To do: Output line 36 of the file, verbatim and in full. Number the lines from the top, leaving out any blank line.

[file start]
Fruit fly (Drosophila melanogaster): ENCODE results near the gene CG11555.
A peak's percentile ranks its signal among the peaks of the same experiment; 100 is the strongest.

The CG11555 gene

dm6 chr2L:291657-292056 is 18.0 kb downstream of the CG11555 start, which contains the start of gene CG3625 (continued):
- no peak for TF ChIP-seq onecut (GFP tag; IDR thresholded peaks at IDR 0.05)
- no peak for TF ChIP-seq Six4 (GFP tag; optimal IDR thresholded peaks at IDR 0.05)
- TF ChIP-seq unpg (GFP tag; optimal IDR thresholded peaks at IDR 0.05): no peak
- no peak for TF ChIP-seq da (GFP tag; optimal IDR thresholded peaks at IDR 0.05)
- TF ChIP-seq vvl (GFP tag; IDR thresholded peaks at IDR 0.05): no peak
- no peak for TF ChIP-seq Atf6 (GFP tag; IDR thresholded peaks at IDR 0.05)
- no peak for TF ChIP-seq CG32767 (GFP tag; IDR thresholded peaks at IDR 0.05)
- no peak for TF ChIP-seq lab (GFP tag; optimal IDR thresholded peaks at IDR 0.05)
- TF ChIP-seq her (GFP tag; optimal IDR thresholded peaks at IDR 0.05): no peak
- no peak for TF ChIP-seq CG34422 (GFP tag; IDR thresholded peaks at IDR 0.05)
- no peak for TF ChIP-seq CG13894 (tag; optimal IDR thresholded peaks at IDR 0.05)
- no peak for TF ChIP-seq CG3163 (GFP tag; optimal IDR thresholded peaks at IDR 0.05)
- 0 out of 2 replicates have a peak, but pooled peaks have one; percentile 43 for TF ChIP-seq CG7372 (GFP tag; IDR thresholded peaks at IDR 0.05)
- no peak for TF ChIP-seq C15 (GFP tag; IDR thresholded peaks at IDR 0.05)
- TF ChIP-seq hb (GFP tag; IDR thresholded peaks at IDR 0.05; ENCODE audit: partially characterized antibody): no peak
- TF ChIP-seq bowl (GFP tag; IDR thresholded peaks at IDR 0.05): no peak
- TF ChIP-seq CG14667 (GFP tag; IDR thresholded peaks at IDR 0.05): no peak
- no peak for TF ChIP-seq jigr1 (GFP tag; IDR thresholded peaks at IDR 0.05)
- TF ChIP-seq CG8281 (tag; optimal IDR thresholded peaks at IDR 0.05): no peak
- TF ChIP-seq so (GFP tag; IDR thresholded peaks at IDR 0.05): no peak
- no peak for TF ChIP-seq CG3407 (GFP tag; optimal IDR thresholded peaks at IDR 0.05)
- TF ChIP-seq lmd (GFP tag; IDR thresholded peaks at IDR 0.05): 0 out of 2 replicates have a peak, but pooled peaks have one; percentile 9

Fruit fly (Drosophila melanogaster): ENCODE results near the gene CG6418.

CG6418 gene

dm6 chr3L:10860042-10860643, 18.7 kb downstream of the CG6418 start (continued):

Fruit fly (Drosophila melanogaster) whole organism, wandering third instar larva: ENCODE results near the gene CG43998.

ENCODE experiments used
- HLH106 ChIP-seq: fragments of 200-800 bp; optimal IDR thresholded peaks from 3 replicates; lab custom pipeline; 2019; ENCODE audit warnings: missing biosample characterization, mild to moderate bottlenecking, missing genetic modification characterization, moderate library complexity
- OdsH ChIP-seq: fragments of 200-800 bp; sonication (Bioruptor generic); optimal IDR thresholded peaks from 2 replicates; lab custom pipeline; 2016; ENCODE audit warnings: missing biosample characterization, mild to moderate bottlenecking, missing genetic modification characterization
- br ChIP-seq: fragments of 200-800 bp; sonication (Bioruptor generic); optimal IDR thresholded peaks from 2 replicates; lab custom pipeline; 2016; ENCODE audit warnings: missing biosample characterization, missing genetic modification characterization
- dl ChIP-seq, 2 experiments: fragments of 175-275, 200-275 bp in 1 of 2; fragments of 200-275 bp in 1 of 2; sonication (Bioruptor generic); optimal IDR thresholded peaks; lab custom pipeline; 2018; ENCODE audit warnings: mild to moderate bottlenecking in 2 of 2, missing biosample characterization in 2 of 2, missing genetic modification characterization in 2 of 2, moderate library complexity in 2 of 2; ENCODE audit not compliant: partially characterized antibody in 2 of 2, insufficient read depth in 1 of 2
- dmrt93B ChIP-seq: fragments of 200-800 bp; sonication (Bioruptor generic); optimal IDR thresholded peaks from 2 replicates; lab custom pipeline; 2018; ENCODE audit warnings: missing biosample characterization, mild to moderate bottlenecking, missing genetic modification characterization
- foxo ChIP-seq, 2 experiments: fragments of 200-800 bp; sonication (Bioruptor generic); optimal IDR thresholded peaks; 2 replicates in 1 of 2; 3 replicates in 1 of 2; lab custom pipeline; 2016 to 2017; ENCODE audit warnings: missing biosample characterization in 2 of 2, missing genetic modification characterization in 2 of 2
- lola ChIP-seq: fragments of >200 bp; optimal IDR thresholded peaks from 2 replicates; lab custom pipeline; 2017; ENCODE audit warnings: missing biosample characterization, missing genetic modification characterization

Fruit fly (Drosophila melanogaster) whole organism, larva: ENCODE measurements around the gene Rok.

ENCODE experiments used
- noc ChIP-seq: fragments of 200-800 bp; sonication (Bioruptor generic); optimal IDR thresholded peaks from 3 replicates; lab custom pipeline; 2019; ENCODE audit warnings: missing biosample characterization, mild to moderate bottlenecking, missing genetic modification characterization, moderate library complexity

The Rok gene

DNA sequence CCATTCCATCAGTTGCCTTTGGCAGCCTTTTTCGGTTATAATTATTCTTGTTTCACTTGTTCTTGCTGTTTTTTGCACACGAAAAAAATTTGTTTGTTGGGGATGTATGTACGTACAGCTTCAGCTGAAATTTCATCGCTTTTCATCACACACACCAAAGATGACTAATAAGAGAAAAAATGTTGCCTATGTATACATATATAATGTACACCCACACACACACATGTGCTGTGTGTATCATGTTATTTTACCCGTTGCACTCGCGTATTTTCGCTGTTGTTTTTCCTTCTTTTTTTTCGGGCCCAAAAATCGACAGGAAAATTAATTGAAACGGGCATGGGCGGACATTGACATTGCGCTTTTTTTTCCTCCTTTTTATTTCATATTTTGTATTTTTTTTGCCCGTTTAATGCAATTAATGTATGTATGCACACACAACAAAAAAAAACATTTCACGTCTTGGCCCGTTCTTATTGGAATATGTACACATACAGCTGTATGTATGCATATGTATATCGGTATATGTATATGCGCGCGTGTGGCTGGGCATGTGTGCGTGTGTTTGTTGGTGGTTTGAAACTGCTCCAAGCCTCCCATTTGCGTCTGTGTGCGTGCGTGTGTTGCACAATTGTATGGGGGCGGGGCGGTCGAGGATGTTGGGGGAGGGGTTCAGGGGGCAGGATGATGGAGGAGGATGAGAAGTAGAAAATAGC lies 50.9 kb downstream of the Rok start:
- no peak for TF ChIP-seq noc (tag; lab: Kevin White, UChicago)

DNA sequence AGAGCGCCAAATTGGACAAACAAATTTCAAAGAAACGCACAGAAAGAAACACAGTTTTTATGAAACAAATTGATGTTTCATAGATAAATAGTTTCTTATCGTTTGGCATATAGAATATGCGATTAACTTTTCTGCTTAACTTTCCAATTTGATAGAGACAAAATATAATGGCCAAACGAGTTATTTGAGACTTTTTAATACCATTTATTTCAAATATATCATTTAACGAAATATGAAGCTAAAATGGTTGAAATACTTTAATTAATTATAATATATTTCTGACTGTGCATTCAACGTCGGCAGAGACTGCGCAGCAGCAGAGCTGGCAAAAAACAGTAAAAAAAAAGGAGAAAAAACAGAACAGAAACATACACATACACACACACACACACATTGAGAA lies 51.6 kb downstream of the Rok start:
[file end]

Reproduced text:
- dmrt93B ChIP-seq: fragments of 200-800 bp; sonication (Bioruptor generic); optimal IDR thresholded peaks from 2 replicates; lab custom pipeline; 2018; ENCODE audit warnings: missing biosample characterization, mild to moderate bottlenecking, missing genetic modification characterization